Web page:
I need a new PS pump.


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There were 2 separate suppliers of PS pumps for Ford for several years: one had a teal paint and the other had semi-gloss black.
That's kinda what I thought. There were often two (or more) suppliers per product. That ensured no supply problems on the line.
I'm PDS mine was always black.
I have a leaking box. Sounds like PowerSteering.com is the place to send it to??
A few days ago, I was researching the correct color for the reservoir. I came up with semi-gloss black. Oddly enough, one of the best sources for this sort of info said black while showing a picture of a pump having a blue reservoir. I noticed your blue housing and wonder if Ford installed both blue and black, from the factory? Do any of you know?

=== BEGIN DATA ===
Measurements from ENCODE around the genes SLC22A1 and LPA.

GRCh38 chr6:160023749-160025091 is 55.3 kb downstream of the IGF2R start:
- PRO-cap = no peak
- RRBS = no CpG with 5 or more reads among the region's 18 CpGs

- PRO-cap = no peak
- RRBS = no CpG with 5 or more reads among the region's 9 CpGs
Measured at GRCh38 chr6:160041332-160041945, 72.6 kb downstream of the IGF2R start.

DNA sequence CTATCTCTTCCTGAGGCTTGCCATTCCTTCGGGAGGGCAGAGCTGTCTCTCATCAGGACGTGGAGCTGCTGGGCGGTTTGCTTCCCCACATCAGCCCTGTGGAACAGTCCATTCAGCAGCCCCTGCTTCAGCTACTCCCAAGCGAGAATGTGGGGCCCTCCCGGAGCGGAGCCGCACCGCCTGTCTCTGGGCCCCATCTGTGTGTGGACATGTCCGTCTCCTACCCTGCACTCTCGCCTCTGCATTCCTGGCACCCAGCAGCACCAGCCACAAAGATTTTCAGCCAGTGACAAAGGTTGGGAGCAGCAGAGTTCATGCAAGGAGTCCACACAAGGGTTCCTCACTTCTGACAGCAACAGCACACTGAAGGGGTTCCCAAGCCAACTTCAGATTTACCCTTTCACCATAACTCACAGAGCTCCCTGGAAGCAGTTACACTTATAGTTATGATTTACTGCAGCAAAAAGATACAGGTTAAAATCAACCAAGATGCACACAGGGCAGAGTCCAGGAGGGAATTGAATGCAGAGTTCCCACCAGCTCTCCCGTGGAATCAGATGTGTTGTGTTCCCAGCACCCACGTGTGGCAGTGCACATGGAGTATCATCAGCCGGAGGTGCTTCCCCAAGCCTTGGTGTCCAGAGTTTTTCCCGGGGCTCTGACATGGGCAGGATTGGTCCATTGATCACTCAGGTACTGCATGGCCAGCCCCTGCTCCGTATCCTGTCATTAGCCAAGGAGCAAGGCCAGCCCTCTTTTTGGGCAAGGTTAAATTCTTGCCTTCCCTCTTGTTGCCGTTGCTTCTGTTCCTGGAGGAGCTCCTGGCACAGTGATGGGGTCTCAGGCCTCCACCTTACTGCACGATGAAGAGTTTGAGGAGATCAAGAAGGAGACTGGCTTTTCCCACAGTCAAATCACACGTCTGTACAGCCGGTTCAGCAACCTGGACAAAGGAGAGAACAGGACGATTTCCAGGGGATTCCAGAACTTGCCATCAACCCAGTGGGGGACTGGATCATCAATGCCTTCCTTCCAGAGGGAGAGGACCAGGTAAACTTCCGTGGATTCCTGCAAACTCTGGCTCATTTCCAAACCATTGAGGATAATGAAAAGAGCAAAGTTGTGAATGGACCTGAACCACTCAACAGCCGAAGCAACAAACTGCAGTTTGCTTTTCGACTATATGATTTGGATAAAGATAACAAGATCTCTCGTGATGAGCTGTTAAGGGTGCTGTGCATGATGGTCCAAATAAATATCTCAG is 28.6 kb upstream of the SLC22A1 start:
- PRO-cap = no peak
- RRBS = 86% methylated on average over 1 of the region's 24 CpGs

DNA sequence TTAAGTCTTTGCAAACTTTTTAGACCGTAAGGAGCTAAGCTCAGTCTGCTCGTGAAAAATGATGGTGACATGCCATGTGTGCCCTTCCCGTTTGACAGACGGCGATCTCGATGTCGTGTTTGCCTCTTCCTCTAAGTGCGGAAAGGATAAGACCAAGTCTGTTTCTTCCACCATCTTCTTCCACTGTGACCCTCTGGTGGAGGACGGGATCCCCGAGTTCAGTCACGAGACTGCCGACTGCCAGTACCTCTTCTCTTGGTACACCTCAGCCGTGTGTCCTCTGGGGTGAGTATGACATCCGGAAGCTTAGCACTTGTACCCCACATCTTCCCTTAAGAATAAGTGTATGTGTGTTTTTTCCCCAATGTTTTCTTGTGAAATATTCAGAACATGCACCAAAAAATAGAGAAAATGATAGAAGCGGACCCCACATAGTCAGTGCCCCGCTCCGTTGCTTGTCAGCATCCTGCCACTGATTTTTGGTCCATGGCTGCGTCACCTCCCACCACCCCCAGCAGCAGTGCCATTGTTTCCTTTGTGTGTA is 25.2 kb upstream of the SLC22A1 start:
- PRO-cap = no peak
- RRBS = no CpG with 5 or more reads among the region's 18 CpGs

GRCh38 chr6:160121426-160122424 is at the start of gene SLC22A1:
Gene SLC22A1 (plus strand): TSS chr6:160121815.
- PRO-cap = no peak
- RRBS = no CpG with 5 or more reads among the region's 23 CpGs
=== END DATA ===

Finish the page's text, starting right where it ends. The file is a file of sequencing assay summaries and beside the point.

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I ended up doing a lot of research on the pump color for the 1971-1973 cars. I read every thread on every forum that I could find, plus any info that was on any website I could find. My conclusion is that you could have gotten one in either blue or black. It seems that there were at least 2 suppliers. At first I thought that they were all blue, and I even bought some of the PS blue paint sold by NPD, but after doing a lot of research, I figured out that it could be either blue or black, and there seems to be no rhyme or reason for it, seems that whatever was available was put in the car. When I pulled my PS pump I found that it was the OEM pump put in by Ford in 1971, it was definitely black, and it did not seem to have been painted before, so I left my new pump in the black it came in.